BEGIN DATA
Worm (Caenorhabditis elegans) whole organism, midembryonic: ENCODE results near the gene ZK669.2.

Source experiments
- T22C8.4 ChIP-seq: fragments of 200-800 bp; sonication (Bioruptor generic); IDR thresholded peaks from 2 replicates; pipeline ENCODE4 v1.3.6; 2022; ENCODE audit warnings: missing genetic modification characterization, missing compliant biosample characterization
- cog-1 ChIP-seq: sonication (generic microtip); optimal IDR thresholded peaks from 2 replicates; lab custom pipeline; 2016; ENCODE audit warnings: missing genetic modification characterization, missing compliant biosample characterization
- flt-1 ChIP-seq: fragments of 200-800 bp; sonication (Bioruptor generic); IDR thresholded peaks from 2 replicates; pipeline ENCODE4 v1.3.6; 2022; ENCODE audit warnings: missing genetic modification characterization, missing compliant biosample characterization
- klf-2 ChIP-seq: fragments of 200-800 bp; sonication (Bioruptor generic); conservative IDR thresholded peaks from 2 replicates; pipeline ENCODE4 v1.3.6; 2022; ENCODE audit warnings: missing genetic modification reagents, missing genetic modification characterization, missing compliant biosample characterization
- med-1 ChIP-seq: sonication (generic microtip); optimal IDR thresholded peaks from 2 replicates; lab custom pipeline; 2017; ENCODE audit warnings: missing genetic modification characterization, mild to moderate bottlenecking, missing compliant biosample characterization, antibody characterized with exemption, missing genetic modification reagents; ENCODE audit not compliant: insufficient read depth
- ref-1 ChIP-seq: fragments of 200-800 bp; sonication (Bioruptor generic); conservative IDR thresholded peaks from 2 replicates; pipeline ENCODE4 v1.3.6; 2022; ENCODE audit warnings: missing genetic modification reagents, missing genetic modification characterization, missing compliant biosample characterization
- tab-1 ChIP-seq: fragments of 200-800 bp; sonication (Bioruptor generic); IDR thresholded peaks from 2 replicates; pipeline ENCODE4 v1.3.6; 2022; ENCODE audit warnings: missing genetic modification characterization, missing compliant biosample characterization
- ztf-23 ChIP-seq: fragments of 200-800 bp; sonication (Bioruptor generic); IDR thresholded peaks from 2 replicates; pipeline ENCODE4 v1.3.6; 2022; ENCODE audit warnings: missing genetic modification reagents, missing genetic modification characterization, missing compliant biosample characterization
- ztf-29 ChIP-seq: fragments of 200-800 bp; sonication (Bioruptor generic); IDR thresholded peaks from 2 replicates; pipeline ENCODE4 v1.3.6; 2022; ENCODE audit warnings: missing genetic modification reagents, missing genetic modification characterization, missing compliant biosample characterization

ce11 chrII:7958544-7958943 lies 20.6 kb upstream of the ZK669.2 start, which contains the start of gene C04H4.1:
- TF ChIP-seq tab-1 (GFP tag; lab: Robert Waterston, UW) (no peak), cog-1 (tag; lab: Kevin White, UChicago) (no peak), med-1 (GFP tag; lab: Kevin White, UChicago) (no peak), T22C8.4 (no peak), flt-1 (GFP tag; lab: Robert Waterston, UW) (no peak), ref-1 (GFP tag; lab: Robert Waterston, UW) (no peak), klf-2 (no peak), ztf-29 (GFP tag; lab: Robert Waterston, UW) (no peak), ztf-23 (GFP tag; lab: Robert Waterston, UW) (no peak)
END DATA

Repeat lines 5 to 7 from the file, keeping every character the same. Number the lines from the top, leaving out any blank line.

- flt-1 ChIP-seq: fragments of 200-800 bp; sonication (Bioruptor generic); IDR thresholded peaks from 2 replicates; pipeline ENCODE4 v1.3.6; 2022; ENCODE audit warnings: missing genetic modification characterization, missing compliant biosample characterization
- klf-2 ChIP-seq: fragments of 200-800 bp; sonication (Bioruptor generic); conservative IDR thresholded peaks from 2 replicates; pipeline ENCODE4 v1.3.6; 2022; ENCODE audit warnings: missing genetic modification reagents, missing genetic modification characterization, missing compliant biosample characterization
- med-1 ChIP-seq: sonication (generic microtip); optimal IDR thresholded peaks from 2 replicates; lab custom pipeline; 2017; ENCODE audit warnings: missing genetic modification characterization, mild to moderate bottlenecking, missing compliant biosample characterization, antibody characterized with exemption, missing genetic modification reagents; ENCODE audit not compliant: insufficient read depth